The Brits Are Coming (2018) – Review
Director : James Haslam
Cast : Alice Eve, Tim Roth, Maggie Q, Uma Thurman, Sofía Vergara, Parker Posey
Genre : Comedy
Run Time : 1h 35m
Opens : 28 June 2018
Rating : M18 (Coarse Language And Nudity)
'The Brits Are Coming' is the kind of movie that makes you facepalm at almost every scene, questioning why the stars even agreed to be part of any of it.
When a bad movie manages to gather big names, you start to question whether the stars made a bad decision or the director somehow cons them into believing the film idea is good.
Starring Pulp Fiction (1994) stars Tim Roth and Uma Thurman as an over-the-top British con duo, Peter and Harriet, who spends practically every moment drinking booze, taking drugs, and spewing profanities left and right. Swearing is apparently Peter and Harriet’s fillers, which can get on your nerves just 30 minutes in The Brits Are Coming.
The movie starts off with a promising opening sequence, weaving some mystery around Thurman’s seductive and domineering Harriet, as she exchanges a drug parcel with a buyer disguised as a nun. The story falls apart right after this scene, though, as the movie doesn’t see a need to explain anything, other than monologues by the paper-thin characters.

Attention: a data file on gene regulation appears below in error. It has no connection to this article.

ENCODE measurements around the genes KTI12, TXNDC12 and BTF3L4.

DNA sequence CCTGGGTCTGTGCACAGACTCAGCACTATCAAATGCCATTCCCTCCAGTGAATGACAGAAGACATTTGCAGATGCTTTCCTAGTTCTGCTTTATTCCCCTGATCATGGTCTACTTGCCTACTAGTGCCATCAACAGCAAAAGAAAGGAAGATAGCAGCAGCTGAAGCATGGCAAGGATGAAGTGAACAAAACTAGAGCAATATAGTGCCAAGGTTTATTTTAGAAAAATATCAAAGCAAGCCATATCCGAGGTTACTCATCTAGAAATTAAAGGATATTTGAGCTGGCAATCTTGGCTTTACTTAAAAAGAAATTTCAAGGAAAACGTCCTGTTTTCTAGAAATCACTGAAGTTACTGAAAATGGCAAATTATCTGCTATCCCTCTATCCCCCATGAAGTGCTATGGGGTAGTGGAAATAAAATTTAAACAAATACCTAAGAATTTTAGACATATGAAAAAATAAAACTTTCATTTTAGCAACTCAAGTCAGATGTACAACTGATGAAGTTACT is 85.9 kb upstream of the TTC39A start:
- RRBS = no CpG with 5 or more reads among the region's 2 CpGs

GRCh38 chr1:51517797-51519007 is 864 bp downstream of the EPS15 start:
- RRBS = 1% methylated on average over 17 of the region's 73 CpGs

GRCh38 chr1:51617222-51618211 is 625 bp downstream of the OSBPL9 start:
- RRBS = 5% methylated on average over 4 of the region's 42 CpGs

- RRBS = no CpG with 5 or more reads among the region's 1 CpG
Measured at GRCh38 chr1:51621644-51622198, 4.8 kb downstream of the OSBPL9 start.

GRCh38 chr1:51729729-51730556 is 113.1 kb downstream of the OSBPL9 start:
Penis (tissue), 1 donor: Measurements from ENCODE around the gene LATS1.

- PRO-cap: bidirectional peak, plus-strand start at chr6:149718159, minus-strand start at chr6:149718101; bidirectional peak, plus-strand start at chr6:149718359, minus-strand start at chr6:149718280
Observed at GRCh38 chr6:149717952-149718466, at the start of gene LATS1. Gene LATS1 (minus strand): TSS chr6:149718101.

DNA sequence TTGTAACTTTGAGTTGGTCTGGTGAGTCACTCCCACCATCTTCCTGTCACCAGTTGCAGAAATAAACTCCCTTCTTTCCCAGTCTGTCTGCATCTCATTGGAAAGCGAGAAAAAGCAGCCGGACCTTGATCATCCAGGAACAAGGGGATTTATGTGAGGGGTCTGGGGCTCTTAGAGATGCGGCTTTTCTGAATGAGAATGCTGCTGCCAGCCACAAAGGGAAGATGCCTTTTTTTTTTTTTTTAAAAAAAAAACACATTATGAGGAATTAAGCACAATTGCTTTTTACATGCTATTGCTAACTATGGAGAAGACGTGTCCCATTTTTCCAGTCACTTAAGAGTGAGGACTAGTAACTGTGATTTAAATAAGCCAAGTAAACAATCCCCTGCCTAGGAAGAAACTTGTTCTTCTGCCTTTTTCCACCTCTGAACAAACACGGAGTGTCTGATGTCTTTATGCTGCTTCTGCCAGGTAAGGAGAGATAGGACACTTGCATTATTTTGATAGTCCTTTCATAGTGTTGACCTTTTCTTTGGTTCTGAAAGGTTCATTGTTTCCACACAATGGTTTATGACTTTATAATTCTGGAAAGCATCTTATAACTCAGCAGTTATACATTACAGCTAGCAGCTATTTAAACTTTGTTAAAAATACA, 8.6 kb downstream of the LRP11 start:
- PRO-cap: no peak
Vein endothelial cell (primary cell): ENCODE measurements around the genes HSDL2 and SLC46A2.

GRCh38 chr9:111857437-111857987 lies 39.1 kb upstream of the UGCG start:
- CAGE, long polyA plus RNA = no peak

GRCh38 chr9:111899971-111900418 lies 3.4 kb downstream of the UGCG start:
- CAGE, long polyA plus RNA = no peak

There isn’t much to say about the story, other than it’s a heist by Peter and Harriet to steal a five-million-dollar ring from Peter’s ex-lover, Jackie (Alice Eve), who is in a messed-up love triangle with her crazed filmmaker husband, Gabriel (Crispin Glover) and overly-possessive mistress, Vivien (Sofía Vergara).
Maggie Q plays Irina, a Russian (though she hardly looks any Russian) mafia boss-lady who’s madly in love with Harriet, and is after the con duo after they squandered all her drug money on poker and… other drugs. Maggie Q is vicious and hot as usual, but she serves nothing more than a mere plot device for the heist, which is disappointingly bland and stupid, even.
Sadly, there is little to nothing worth commending about The Brits Are Coming, other than some well-executed delivery of jokes and gags. The cast members are effective performers, but they can only do so much with a badly-written script.
The Brits Are Coming is best watched if you want to waste some time laughing at how the film doesn’t take itself seriously and how bad it actually is. But be warned, you only have some gags and laughs to drag you through a torturous 95 minutes of incoherent storytelling and distasteful dialogue.
Summary: The Brits Are Coming is the kind of movie that makes you facepalm at almost every scene, questioning why the stars even agreed to be part of any of it.
RATING: 1.5 out of 5 stars
– Vance Wong